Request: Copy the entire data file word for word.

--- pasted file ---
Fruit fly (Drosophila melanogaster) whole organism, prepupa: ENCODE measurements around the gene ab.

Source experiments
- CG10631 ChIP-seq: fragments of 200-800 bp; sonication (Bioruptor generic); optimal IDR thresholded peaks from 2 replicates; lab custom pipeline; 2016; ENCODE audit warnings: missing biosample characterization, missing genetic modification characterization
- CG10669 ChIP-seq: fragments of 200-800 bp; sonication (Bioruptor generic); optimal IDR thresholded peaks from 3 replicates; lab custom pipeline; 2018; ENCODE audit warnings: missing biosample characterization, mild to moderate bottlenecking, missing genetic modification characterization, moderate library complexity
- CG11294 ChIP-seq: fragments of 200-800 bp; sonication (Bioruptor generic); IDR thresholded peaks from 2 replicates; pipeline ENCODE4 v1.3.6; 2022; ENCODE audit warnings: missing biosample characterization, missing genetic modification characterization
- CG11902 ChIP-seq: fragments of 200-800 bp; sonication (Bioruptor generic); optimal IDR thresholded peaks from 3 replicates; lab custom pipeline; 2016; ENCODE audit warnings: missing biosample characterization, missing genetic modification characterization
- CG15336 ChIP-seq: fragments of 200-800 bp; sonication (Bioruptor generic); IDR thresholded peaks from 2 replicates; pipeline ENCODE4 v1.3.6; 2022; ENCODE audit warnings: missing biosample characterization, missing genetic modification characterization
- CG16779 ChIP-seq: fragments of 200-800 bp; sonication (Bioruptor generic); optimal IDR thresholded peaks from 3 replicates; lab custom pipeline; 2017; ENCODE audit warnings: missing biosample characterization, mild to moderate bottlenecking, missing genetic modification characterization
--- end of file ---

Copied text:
Fruit fly (Drosophila melanogaster) whole organism, prepupa: ENCODE measurements around the gene ab.

Source experiments
- CG10631 ChIP-seq: fragments of 200-800 bp; sonication (Bioruptor generic); optimal IDR thresholded peaks from 2 replicates; lab custom pipeline; 2016; ENCODE audit warnings: missing biosample characterization, missing genetic modification characterization
- CG10669 ChIP-seq: fragments of 200-800 bp; sonication (Bioruptor generic); optimal IDR thresholded peaks from 3 replicates; lab custom pipeline; 2018; ENCODE audit warnings: missing biosample characterization, mild to moderate bottlenecking, missing genetic modification characterization, moderate library complexity
- CG11294 ChIP-seq: fragments of 200-800 bp; sonication (Bioruptor generic); IDR thresholded peaks from 2 replicates; pipeline ENCODE4 v1.3.6; 2022; ENCODE audit warnings: missing biosample characterization, missing genetic modification characterization
- CG11902 ChIP-seq: fragments of 200-800 bp; sonication (Bioruptor generic); optimal IDR thresholded peaks from 3 replicates; lab custom pipeline; 2016; ENCODE audit warnings: missing biosample characterization, missing genetic modification characterization
- CG15336 ChIP-seq: fragments of 200-800 bp; sonication (Bioruptor generic); IDR thresholded peaks from 2 replicates; pipeline ENCODE4 v1.3.6; 2022; ENCODE audit warnings: missing biosample characterization, missing genetic modification characterization
- CG16779 ChIP-seq: fragments of 200-800 bp; sonication (Bioruptor generic); optimal IDR thresholded peaks from 3 replicates; lab custom pipeline; 2017; ENCODE audit warnings: missing biosample characterization, mild to moderate bottlenecking, missing genetic modification characterization